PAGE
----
One of the most impressive ceremonies of the Byzantine Rite is the Solemn Blessing of the Water on the Feast of the Epiphany commemorating Christ’s baptism in the River Jordan. The Epiphany, one of the most ancient and venerable festivities, originated in Palestine where it was celebrated with a vigil and special services on the spot where, according to Christian tradition, Our Lord was actually baptized. St. Gregory the Wonderworker [of Pontusl (d. about 270) is the first witness to present the Epiphany to us as the ” saving proclamation of Christ’s Baptism.” (cf. Homily on Christ’s Baptism, 1)
The Feast of the Epiphany was established as a solemn feast in the Eastern Church in the middle of the IV century as proclaimed in the Apostolic Constitutions: ” Let the Epiphany, in which the Lord manifested to us His own divinity, be to you the most honored festival and let it be celebrated on the sixth day of January.” (cf. Apostolic Constitutions V, 13
1. The Greek word “epiphany” means manifestation and applied by the Christians to the life of Our Lord Jesus Christ, it specifically meant the manifestation of His divinity. St. John Chrysostom (d. 407) elucidates: “Why do we call this day Epiphany? Because Jesus Christ manifested Himself to all people, not when He was born, but, rather, when He was baptized. Until that time He was unknown to the people, as testified by St. John the Baptist, saying ,: ‘There stands among you One, Whom you don’t know! ‘ (In. 1 :26).” (cf. Homily on the Epiphany, 2)
In the Old Slavonic, the feast is called “Bohojavlenije,” equivalent to the Greek ” Theophany,” which means the manifestation of the Godhead.
This word, however, more clearly reflects the manifestation of the Blessed Trinity at Christ’s baptism as poetically described in the troparion of the Feast: ” At Your baptism in the Jordan … ” (cf. back cover).
The solemn baptism of the catechumens was also administered in the Eastern Church on the eve of the Epiphany since the IV century. The early Fathers of the Church referred to this as the Mystery of Illumination or Enlightenment (0. SI. ” Prosvischenije” ). Thus the Epiphany was also called The Feast of Lights or The Day of Illumination (cf. St. Gregory of Nazianz, Oration XL, 1-6).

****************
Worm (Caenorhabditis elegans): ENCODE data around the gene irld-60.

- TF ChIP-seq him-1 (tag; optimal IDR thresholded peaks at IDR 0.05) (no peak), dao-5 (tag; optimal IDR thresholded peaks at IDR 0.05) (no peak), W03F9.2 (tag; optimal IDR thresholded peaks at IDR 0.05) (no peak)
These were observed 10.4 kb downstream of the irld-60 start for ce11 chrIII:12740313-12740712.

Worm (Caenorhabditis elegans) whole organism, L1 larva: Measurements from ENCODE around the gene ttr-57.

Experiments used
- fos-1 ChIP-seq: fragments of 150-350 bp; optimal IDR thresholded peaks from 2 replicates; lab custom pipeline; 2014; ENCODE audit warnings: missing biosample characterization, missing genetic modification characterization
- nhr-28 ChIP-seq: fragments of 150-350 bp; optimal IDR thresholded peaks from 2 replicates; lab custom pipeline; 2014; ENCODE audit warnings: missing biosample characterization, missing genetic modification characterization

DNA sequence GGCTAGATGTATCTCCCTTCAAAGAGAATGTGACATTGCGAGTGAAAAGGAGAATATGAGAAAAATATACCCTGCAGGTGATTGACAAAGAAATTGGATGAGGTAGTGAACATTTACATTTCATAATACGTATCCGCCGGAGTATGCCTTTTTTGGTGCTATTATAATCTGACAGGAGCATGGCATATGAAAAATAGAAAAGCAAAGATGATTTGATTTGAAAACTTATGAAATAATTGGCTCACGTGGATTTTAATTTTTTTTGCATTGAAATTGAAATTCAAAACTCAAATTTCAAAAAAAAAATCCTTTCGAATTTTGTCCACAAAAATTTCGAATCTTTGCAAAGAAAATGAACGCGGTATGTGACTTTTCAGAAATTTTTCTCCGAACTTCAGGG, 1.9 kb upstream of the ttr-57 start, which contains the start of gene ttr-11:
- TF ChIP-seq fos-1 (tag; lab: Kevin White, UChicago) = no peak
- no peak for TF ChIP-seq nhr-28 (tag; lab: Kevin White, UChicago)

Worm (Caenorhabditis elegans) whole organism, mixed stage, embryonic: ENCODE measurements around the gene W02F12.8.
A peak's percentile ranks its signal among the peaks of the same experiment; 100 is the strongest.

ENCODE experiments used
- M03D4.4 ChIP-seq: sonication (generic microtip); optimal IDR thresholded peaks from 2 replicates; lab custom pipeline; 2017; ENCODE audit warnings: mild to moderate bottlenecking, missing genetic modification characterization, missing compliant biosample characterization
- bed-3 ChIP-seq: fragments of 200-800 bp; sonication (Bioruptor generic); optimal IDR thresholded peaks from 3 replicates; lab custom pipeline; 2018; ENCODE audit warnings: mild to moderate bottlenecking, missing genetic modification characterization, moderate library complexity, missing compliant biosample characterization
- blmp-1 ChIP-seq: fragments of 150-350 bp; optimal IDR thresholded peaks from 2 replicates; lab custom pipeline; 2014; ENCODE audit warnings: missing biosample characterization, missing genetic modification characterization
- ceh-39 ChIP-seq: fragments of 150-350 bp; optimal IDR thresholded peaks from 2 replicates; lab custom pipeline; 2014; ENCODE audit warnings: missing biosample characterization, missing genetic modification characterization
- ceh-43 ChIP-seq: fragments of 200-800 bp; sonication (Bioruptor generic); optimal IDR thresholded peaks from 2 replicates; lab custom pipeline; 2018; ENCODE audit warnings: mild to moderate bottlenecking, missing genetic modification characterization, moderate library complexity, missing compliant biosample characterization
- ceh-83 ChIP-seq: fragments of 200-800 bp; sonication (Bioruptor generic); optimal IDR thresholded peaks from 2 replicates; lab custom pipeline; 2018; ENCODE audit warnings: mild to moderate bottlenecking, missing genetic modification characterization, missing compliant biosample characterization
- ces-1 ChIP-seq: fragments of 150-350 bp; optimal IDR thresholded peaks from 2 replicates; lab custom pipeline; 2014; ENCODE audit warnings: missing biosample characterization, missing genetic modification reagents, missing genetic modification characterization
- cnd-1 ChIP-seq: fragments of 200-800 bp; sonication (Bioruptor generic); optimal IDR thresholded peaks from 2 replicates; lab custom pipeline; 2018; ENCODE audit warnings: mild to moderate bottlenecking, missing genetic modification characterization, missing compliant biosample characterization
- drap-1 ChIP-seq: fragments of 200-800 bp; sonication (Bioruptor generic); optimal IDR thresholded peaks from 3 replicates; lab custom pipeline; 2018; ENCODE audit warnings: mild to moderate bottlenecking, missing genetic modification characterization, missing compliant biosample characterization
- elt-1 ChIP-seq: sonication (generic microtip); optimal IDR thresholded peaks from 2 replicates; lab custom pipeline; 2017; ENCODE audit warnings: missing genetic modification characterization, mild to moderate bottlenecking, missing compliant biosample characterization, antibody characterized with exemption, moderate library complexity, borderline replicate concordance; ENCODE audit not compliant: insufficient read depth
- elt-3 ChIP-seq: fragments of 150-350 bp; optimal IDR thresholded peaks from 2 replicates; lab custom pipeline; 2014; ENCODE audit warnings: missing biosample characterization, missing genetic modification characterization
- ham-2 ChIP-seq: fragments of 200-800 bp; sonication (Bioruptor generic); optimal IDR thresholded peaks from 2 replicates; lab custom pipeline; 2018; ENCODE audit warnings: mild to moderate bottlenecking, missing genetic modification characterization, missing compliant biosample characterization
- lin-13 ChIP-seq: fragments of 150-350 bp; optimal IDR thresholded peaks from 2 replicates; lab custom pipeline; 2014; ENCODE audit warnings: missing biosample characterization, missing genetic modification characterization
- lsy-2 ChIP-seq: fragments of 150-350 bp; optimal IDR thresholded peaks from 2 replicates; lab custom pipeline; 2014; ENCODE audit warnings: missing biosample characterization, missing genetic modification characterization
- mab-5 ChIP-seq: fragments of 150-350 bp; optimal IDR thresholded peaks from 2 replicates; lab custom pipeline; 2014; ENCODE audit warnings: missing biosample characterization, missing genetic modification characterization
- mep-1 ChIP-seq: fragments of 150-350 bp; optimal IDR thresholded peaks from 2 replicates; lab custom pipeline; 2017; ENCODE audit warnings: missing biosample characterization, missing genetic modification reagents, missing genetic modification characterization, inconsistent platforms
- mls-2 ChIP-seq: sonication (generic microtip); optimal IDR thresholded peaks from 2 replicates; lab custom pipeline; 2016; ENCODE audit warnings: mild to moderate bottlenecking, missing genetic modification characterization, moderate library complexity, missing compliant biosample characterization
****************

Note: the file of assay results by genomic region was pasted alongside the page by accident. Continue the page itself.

Following this, our liturgicai books still call the Sunday before and after Epiphany the Sunday before the Illumination and the Sunday after the Illumination. St. Proclus, the Patriarch of Constantinople (d. 447), gives us the following explanation: ” Christ manifested Himself to the world ; He filled it with light and joy; He sanctified the waters and diffused His light in the souls of men.” (cf. Migne, P.G. 65, 757-761)
Since the solemn blessing of the water takes place on Epiphany, the feast is also known as the Feast of the Blessing of Water, popularly called “Vodokschi,” an abbreviated form of the Old Slavonic term ” Vodokresch,” meaning the blessing of water.
2. The Solemn Blessing of Water, in commemoration of Christ’s Baptism in the Jordan, is the main feature of the Feast of Epiphany. St. Gregory the Wonderworker, in the homily quoted above, commented: “The Lord, Who has come upon the Jordan River, through its streams transmitted sanctification to all streams (of water).” And precisely, in our liturgical books, the blessing of water is referred to as The Blessing of Jordan (0. SI. ” Osvjaschenije Jordanovo” ), since it is considered as the re-enactment of Christ’s baptism. By His baptism in the Jordan, Our Saviour imparted upon water a mystical power of sanctification, a ” sign of heavenly streams” of divine grace. (cf. St. Gregory the Wonderworker, Ibid.)
st. Basil the Great (d. 379) affirms that the blessing of water came to us as a ” mystical tradition” (ct. On the Holy Spirit, XXVII, 66) and that the water, through the prayer and b!essing of the priest, receives a ” quickening power of the Holy Spirit.” (Ibid. , XV, 35) St. Ambrose (d. 397) also taught that it was the Holy Spirit Who “consecrated the waters through the prayer of the minister.” (cf. On the Holy Spirit, L. I. c. VII, 88) Consequently, in the prayer for the blessing of the water we always find the epiklesis-the invocation of the Holy Spirit.